In this report, we have directly shown that the glycosyltransferase C2GnT1 and its product cell membrane expressed C2-O-sLeX regulate E-selectin binding and invasion of colon and hepatic carcinoma cells. After gene silencing of C2GnT1 and treatment with O- and N-glycosylation inhibitors, we observed significant reductions in the high levels of C2-O-sLeX present on cells, binding to E-selectin, and cellular invasiveness into Matrigel. Binding of carcinoma cells to E-selectin was specific as evidenced by the lack of appreciable binding in the presence of a function blocking anti-E-selectin mAb. Our findings are novel because they indicate that targeting of the C2GnT1 gene and subsequent down-regulation of C2-O-sLeX expression, a selectin ligand on colon and hepatic carcinoma cells, altered key properties of metastasis that are likely occur in vivo: decreased attachment of circulating tumor cells to endothelium and invasion into tissues. The possibility of the cellular toxicity of the gene silencing clones introduced into cells was excluded because the viability of all groups of cells was similar.

The observations reported here agree with our previous findings that C2GnT1 gene expression results in synthesis of C2-O-sLeX that binds to E-selectin [25], [26]. We have found that C2-O-sLeX is predominantly expressed at the advancing edge of invasive colorectal adenocarcinomas and high mRNA levels of C2GnT1 are present in these carcinomas compared to normal colonic tissues [26]. Our results support previous studies that suggest that C2GnT1 plays an important role in cancer. Earlier reports found that C2GnT1 activity is increased in human leukemia cells and metastatic murine tumor cell lines [35], [36], [37]. C2GnT1 gene expression is more highly associated with progression of colon and lung cancers than expression of sialyl Lewis structures [31], [32] and also promotes prostate cancer progression [38]. The cell surface sialyl Lewis ligands on cancer cells generated by C2GnT1 expression increase the binding efficiency of clonal cancer cell lines to E-selectin on endothelial cells which is directly proportional to their metastatic potential [39].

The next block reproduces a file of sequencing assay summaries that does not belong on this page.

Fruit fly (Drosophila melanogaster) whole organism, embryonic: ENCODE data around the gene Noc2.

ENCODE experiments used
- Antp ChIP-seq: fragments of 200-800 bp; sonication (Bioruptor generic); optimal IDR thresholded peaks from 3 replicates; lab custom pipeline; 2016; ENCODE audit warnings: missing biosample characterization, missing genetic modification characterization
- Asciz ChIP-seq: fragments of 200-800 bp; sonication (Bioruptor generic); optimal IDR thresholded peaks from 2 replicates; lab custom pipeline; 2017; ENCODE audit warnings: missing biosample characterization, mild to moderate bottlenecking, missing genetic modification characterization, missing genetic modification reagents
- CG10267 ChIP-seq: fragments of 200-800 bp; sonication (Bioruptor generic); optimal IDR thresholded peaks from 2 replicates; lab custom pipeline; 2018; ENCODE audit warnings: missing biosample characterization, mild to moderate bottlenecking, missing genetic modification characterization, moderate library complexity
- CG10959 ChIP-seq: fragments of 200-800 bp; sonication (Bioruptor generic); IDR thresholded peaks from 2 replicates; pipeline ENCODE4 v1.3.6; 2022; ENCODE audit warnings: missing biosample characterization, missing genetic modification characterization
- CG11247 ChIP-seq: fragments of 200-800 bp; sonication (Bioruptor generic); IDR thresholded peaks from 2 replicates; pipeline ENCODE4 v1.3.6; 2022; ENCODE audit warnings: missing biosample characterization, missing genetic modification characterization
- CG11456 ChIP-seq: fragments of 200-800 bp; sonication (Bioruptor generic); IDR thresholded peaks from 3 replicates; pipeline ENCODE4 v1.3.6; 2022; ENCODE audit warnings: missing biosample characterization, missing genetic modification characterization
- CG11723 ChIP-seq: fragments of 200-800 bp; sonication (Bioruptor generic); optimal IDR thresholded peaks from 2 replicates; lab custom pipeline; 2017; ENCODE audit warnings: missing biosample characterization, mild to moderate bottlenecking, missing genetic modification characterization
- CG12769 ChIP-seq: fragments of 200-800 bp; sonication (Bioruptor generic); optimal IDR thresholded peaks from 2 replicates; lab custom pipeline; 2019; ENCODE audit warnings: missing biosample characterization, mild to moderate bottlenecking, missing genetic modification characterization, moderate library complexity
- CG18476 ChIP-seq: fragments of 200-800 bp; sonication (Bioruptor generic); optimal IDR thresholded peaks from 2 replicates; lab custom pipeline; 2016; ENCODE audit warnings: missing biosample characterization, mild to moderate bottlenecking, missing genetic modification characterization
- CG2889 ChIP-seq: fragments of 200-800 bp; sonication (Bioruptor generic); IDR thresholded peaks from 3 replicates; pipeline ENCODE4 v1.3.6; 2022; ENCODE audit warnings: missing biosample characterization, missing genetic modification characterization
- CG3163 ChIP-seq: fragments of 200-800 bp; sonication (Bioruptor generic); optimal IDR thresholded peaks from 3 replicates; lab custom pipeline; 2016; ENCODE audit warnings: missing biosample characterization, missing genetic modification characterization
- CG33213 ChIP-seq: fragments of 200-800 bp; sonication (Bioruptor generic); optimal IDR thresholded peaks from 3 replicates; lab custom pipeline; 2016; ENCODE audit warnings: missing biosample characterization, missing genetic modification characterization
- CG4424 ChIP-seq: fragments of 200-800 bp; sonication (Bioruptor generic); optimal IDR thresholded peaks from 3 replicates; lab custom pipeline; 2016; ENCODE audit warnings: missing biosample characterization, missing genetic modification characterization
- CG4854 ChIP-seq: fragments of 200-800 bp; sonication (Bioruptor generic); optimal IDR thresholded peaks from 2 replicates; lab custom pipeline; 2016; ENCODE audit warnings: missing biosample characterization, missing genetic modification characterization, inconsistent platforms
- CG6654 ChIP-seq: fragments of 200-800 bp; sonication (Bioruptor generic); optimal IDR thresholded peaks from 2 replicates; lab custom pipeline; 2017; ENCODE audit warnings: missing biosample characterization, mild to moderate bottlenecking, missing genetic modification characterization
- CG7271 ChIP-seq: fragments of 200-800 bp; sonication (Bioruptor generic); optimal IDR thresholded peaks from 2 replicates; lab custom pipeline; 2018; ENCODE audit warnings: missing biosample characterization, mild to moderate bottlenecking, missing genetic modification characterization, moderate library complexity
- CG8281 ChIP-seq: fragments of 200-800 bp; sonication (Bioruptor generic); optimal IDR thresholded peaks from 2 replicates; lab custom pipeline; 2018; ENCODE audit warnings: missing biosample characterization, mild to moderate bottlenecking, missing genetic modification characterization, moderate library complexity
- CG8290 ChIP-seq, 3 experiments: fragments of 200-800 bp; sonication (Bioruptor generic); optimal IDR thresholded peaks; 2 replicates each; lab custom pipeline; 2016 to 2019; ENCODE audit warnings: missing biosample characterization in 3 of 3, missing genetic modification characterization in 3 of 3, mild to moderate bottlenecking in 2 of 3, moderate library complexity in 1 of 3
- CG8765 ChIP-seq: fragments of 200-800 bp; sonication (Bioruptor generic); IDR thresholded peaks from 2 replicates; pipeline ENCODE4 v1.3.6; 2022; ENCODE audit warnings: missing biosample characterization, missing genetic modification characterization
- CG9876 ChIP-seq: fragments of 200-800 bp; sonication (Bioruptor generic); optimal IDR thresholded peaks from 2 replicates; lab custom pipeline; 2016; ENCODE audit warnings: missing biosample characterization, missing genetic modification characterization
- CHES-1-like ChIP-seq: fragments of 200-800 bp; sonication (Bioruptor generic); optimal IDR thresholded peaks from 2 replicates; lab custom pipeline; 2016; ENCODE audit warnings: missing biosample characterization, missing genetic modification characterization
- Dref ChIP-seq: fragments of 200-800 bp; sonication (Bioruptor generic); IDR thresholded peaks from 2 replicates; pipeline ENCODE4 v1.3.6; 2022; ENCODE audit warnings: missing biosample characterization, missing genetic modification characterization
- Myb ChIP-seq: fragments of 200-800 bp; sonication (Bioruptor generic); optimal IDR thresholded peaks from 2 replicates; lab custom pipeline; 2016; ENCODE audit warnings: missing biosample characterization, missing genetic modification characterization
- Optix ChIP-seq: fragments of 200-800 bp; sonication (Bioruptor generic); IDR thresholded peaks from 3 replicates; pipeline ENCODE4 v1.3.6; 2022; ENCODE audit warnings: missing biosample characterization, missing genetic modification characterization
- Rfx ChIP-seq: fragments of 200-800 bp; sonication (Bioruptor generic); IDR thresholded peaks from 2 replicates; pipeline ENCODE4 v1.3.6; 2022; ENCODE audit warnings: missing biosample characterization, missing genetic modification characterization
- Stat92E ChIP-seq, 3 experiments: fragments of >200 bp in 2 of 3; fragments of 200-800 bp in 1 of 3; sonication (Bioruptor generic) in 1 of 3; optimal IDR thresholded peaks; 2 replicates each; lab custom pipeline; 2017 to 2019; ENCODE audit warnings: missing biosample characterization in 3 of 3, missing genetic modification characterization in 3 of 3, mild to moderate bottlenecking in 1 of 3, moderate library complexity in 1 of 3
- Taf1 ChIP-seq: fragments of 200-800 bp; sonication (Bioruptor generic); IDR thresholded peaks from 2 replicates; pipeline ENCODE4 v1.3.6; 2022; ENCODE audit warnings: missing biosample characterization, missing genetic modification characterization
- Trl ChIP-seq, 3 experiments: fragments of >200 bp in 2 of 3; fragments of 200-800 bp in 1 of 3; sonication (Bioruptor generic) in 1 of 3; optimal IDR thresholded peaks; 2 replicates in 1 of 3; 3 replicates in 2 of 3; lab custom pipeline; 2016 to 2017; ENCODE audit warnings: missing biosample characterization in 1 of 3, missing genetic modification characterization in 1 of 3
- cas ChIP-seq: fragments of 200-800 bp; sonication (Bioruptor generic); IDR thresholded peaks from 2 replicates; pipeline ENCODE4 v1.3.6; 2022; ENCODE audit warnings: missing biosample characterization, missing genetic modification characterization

In this study, we did not further examine the possible mechanisms by which down-regulation of C2GnT1 and C2-O-sLeX expression led to reduced invasiveness of cancer cells but we are currently investigating potential processes. We speculate that changes in C2GnT1 and C2-O-sLeX expression may alter the expression and function of other adhesion molecules on cancer cells or regulate components of the extracellular matrix known to participate in invasive events. C2GnT1 may regulate the expression of tumor-associated epitopes such as cell surface associated mucins which may favor tumor progression [40]. For instance, mucins such as MUC1 and MUC4 present on cancer cells participate in signal transduction pathways that contribute to the invasive and metastatic activities of adenocarcinomas [41]. Over-expression of MUC1 is associated with invasive and metastatic colon cancer [42], [43], and MUC1 is also expressed on liver cancers [44]. Oligosaccharide and protein structures on MUC1 can mediate adhesion events by binding to E-selectin [45]. Conceivably, C2-O-sLeX may be one of the oligosaccharides attached to MUC1 or another mucin present on cancer cells that may modulate their invasive properties.